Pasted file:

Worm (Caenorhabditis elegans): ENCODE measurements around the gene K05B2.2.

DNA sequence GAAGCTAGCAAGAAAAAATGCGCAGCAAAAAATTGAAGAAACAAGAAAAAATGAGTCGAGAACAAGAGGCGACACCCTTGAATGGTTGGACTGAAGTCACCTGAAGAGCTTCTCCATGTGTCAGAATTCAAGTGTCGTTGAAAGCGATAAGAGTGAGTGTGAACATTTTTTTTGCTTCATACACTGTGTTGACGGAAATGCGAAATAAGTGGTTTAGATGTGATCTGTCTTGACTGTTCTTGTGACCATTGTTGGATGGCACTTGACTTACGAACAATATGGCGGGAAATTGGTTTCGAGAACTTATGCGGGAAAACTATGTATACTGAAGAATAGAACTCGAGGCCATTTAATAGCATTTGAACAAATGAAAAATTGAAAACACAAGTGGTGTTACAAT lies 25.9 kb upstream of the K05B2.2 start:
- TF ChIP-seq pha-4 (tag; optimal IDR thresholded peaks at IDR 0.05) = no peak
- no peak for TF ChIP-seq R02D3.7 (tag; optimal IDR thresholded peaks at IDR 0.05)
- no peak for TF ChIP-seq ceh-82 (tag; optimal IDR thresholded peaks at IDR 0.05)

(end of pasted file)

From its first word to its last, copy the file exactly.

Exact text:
Worm (Caenorhabditis elegans): ENCODE measurements around the gene K05B2.2.

DNA sequence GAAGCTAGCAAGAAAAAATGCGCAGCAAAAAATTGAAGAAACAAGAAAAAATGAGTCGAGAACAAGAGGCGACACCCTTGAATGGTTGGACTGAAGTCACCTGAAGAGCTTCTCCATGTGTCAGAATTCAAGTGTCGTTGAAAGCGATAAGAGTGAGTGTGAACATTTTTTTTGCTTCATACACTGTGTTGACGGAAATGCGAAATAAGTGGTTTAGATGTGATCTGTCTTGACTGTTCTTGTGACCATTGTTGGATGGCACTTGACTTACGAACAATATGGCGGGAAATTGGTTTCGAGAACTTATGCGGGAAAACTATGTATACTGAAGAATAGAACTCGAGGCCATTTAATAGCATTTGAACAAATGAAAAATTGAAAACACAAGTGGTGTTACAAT lies 25.9 kb upstream of the K05B2.2 start:
- TF ChIP-seq pha-4 (tag; optimal IDR thresholded peaks at IDR 0.05) = no peak
- no peak for TF ChIP-seq R02D3.7 (tag; optimal IDR thresholded peaks at IDR 0.05)
- no peak for TF ChIP-seq ceh-82 (tag; optimal IDR thresholded peaks at IDR 0.05)